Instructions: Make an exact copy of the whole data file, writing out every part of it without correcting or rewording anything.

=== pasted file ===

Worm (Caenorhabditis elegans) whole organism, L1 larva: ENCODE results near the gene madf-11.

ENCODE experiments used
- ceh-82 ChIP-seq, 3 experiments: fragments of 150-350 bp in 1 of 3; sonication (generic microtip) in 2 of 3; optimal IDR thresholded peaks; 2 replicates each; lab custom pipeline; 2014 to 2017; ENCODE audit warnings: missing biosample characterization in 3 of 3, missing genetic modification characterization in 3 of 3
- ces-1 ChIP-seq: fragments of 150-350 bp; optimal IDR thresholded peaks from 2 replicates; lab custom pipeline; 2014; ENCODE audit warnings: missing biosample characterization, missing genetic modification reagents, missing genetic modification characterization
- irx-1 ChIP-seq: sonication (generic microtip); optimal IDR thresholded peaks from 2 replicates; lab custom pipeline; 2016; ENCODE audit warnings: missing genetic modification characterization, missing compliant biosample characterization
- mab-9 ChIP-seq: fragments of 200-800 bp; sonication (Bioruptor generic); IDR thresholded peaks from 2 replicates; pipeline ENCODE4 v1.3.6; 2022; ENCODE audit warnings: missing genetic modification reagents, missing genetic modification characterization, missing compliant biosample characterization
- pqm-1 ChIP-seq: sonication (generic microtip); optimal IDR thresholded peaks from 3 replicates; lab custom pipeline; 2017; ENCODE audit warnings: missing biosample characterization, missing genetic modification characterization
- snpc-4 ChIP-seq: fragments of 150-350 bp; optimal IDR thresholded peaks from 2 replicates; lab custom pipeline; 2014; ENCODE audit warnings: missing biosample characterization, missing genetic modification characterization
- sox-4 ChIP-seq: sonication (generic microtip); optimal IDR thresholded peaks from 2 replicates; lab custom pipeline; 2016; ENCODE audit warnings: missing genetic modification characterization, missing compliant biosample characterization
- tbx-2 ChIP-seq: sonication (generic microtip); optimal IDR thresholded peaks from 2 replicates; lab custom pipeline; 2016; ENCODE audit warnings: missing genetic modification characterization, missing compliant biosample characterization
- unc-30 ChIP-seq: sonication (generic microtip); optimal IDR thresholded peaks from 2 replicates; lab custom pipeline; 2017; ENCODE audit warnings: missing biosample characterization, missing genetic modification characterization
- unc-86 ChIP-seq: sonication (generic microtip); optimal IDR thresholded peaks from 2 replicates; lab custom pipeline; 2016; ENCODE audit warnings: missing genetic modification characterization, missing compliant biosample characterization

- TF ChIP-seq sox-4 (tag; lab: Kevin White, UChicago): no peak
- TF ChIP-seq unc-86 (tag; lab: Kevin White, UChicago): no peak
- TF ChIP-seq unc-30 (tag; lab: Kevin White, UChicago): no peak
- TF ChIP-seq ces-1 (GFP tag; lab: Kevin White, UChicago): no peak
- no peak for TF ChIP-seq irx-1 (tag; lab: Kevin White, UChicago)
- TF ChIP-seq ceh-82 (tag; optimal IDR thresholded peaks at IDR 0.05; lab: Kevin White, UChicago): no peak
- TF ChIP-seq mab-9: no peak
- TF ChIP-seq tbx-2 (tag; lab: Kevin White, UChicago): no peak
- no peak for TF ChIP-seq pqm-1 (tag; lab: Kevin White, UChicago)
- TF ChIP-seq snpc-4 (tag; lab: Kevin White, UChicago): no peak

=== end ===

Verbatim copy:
Worm (Caenorhabditis elegans) whole organism, L1 larva: ENCODE results near the gene madf-11.

ENCODE experiments used
- ceh-82 ChIP-seq, 3 experiments: fragments of 150-350 bp in 1 of 3; sonication (generic microtip) in 2 of 3; optimal IDR thresholded peaks; 2 replicates each; lab custom pipeline; 2014 to 2017; ENCODE audit warnings: missing biosample characterization in 3 of 3, missing genetic modification characterization in 3 of 3
- ces-1 ChIP-seq: fragments of 150-350 bp; optimal IDR thresholded peaks from 2 replicates; lab custom pipeline; 2014; ENCODE audit warnings: missing biosample characterization, missing genetic modification reagents, missing genetic modification characterization
- irx-1 ChIP-seq: sonication (generic microtip); optimal IDR thresholded peaks from 2 replicates; lab custom pipeline; 2016; ENCODE audit warnings: missing genetic modification characterization, missing compliant biosample characterization
- mab-9 ChIP-seq: fragments of 200-800 bp; sonication (Bioruptor generic); IDR thresholded peaks from 2 replicates; pipeline ENCODE4 v1.3.6; 2022; ENCODE audit warnings: missing genetic modification reagents, missing genetic modification characterization, missing compliant biosample characterization
- pqm-1 ChIP-seq: sonication (generic microtip); optimal IDR thresholded peaks from 3 replicates; lab custom pipeline; 2017; ENCODE audit warnings: missing biosample characterization, missing genetic modification characterization
- snpc-4 ChIP-seq: fragments of 150-350 bp; optimal IDR thresholded peaks from 2 replicates; lab custom pipeline; 2014; ENCODE audit warnings: missing biosample characterization, missing genetic modification characterization
- sox-4 ChIP-seq: sonication (generic microtip); optimal IDR thresholded peaks from 2 replicates; lab custom pipeline; 2016; ENCODE audit warnings: missing genetic modification characterization, missing compliant biosample characterization
- tbx-2 ChIP-seq: sonication (generic microtip); optimal IDR thresholded peaks from 2 replicates; lab custom pipeline; 2016; ENCODE audit warnings: missing genetic modification characterization, missing compliant biosample characterization
- unc-30 ChIP-seq: sonication (generic microtip); optimal IDR thresholded peaks from 2 replicates; lab custom pipeline; 2017; ENCODE audit warnings: missing biosample characterization, missing genetic modification characterization
- unc-86 ChIP-seq: sonication (generic microtip); optimal IDR thresholded peaks from 2 replicates; lab custom pipeline; 2016; ENCODE audit warnings: missing genetic modification characterization, missing compliant biosample characterization

- TF ChIP-seq sox-4 (tag; lab: Kevin White, UChicago): no peak
- TF ChIP-seq unc-86 (tag; lab: Kevin White, UChicago): no peak
- TF ChIP-seq unc-30 (tag; lab: Kevin White, UChicago): no peak
- TF ChIP-seq ces-1 (GFP tag; lab: Kevin White, UChicago): no peak
- no peak for TF ChIP-seq irx-1 (tag; lab: Kevin White, UChicago)
- TF ChIP-seq ceh-82 (tag; optimal IDR thresholded peaks at IDR 0.05; lab: Kevin White, UChicago): no peak
- TF ChIP-seq mab-9: no peak
- TF ChIP-seq tbx-2 (tag; lab: Kevin White, UChicago): no peak
- no peak for TF ChIP-seq pqm-1 (tag; lab: Kevin White, UChicago)
- TF ChIP-seq snpc-4 (tag; lab: Kevin White, UChicago): no peak